Last updated: July 11, 2017
The Department of Computer Science at Princeton University maintains a dedicated computing and network infrastructure to support its academic and research mission. In addition to these resources, members of the CS department also have access to shared campus computing resources.
The CS Network has a backbone based on 10 Gb/sec Ethernet and spans several buildings including the Computer Science Building, portions of Sherrerd Hall (the Center for Information Technology Policy), 221 Nassau Street, the Friend Center (two research labs and workroom containing 8 Linux computers for academic use), as well as a dedicated "island" of 25 racks within the main campus data center. The CS Network has a 40 Gb/sec uplink to the main campus network. The main campus has two uplinks to the commodity Internet (10 Gb/sec each to different providers) and a single 10 Gb/sec uplink to Internet2. Within the Computer Science Building, each room is wired with multiple Category 5/5e UTP ports, single-mode fiber, multimode fiber, and RG6 coaxial cable. The entire building is covered by an 802.11b/g/n/ac wireless network.
The department maintains a central, high-performance modular filesystem with an InfiniBand interconnect. In its current configuration, there are approximately 500 TB of usable storage. The filesystem connects to the CS Network with a 20 Gb/sec uplink. All research data are protected by the equivalent of RAID-6 or better.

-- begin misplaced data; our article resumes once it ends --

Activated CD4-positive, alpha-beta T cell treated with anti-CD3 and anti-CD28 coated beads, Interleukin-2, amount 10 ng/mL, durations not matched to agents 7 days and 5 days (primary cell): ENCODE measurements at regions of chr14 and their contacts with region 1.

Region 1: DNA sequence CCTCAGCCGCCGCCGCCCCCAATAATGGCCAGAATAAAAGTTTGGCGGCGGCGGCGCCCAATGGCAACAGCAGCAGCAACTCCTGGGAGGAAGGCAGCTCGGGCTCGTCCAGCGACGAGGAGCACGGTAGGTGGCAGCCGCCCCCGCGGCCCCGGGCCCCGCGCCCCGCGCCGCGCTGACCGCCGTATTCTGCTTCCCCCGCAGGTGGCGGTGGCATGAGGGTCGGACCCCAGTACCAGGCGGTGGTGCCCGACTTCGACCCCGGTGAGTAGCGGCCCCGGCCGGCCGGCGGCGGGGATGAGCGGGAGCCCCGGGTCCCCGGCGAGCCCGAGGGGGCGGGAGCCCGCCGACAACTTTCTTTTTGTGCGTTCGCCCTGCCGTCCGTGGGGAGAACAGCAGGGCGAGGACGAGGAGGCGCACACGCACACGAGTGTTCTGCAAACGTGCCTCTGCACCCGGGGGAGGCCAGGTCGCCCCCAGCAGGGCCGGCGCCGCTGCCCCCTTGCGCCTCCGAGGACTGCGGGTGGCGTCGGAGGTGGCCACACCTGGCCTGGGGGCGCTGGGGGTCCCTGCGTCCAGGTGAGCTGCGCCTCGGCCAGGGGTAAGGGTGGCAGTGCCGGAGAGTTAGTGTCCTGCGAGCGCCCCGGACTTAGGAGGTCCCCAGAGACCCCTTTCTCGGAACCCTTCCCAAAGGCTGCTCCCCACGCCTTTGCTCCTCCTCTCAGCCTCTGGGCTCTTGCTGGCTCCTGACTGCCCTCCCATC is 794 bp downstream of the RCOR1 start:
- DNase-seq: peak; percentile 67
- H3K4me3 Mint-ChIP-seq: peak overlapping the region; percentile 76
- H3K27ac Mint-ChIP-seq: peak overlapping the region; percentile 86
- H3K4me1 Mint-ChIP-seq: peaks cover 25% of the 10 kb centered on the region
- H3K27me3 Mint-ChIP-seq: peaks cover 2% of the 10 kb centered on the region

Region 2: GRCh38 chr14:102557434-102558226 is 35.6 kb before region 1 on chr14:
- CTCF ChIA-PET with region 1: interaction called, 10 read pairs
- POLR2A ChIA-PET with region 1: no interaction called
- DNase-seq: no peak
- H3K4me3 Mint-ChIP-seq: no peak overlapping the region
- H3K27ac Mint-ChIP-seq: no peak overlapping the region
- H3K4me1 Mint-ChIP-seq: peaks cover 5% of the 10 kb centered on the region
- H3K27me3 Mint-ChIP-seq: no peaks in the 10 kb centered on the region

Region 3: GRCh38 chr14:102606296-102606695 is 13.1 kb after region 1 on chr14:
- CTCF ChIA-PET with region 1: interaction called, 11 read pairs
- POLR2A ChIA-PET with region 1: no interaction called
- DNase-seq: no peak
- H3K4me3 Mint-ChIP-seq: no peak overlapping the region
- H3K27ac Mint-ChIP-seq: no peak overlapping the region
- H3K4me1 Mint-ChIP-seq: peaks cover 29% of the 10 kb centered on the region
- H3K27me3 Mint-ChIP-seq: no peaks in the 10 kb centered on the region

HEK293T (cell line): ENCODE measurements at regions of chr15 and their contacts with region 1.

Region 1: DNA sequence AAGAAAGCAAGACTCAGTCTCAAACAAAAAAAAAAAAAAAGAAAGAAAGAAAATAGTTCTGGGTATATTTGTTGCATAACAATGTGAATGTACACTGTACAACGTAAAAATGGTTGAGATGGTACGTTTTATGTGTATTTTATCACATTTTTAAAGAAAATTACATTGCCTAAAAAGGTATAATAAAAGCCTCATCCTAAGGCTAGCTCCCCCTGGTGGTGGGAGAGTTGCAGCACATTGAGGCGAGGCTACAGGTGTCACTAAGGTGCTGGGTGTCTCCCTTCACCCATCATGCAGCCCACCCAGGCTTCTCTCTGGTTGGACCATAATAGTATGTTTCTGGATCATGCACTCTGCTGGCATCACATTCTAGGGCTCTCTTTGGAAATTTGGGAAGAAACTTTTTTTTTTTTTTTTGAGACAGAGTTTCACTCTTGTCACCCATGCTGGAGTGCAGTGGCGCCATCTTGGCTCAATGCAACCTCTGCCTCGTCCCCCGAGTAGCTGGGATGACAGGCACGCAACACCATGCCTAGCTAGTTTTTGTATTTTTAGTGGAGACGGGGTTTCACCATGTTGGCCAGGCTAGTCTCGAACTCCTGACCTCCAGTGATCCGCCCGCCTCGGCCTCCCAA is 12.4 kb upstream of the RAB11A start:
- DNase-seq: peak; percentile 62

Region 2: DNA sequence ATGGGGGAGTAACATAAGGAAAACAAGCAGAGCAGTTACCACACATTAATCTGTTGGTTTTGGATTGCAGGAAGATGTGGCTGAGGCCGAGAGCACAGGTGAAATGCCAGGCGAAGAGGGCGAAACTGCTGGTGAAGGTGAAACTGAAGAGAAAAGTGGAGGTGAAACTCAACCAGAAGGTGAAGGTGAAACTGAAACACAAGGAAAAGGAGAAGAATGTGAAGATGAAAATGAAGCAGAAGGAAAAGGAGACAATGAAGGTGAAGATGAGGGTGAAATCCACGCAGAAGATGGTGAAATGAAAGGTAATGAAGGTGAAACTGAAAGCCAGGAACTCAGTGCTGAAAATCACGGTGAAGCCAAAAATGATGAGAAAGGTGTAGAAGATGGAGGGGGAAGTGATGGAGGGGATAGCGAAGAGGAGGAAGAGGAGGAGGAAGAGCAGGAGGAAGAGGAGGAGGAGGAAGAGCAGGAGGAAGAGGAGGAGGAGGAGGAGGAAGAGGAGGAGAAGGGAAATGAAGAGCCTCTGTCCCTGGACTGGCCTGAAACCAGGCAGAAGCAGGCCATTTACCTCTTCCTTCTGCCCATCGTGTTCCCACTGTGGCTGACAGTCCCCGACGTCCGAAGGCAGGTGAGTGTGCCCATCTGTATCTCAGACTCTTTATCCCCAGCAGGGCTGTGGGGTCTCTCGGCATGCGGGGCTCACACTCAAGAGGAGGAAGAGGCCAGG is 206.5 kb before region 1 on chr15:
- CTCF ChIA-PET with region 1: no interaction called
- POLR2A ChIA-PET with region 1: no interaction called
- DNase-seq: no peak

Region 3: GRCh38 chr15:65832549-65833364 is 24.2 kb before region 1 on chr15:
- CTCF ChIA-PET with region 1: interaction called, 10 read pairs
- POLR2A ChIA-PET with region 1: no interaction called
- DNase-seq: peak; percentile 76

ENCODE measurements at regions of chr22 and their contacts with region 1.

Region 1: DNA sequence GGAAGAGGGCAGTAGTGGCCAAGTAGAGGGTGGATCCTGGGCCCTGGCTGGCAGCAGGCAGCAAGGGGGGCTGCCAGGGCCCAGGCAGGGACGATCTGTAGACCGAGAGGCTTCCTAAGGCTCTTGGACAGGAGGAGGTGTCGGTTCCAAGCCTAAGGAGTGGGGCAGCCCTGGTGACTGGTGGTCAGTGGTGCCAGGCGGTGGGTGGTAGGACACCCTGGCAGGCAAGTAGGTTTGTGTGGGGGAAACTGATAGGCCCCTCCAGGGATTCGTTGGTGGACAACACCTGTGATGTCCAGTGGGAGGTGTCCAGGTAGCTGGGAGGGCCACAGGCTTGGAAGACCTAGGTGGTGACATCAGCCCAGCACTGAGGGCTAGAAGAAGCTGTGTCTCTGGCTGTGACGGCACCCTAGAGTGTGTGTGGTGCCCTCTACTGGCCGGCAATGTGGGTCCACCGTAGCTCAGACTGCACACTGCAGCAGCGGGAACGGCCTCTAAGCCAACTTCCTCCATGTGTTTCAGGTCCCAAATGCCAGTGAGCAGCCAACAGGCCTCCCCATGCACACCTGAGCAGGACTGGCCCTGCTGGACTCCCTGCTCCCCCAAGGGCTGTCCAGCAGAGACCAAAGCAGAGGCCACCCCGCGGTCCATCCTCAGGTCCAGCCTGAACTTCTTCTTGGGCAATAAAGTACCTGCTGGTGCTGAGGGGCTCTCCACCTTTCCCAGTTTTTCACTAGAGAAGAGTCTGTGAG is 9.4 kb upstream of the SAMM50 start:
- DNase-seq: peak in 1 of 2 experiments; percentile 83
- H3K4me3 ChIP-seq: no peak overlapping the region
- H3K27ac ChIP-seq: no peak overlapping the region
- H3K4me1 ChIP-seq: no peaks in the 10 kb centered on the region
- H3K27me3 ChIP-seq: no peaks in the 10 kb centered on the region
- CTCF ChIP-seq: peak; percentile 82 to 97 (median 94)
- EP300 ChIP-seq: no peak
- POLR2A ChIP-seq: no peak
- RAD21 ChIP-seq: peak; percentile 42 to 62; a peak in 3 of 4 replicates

At any given time, there are hundreds of personal computers connected to the network running Windows, MacOS, or Linux. Personal computers can connect to the central file system using CIFS. For centralized, general purpose computing, the department has two clusters of machines running the Springdale Linux distribution (a custom Red Hat distribution maintained by members of the computing staff of Princeton University and the Institute for Advanced Study). The first cluster, cycles, consists of four servers; each server has dual, fourteen-core processors, 384GB RAM, and 1 Gb/sec Ethernet connections to the network and file system. The second cluster, ionic, is a traditional beowulf cluster with an aggregate of 956 cores and 10 TB RAM. Each node in the ionic cluster has a 1 Gb/sec Ethernet connection to a dedicated switch which, in turn, has a 10 Gb/sec uplink to the department backbone and file system. Both clusters are remotely accessible via SSH.
The Computer Science Building and the attached Friend Center building house several laboratory spaces (Graphics Lab, Systems Lab, Theory Lab, etc.) as well as our local co-location facility. The co-location facility contains 10 racks that are available for department infrastructure and specialized research equipment. In addition, the CS department is currently assigned 25 racks at the University's main data center located approximately 2 miles from the Computer Science Building. These racks are also available for both department infrastructure and specialized research equipment.
In addition to the resources dedicated to the CS department, researchers also have access to campus resources such as the library system (over 7 million volumes), the DataSpace Repository (for long-term archiving and dissemination of research data), and shared computational clusters. The largest cluster, tiger2, consists of 80 nodes with an aggregate of 2240 cores, 20 TB RAM, and 320 GPUs all interconnected with Omnipath.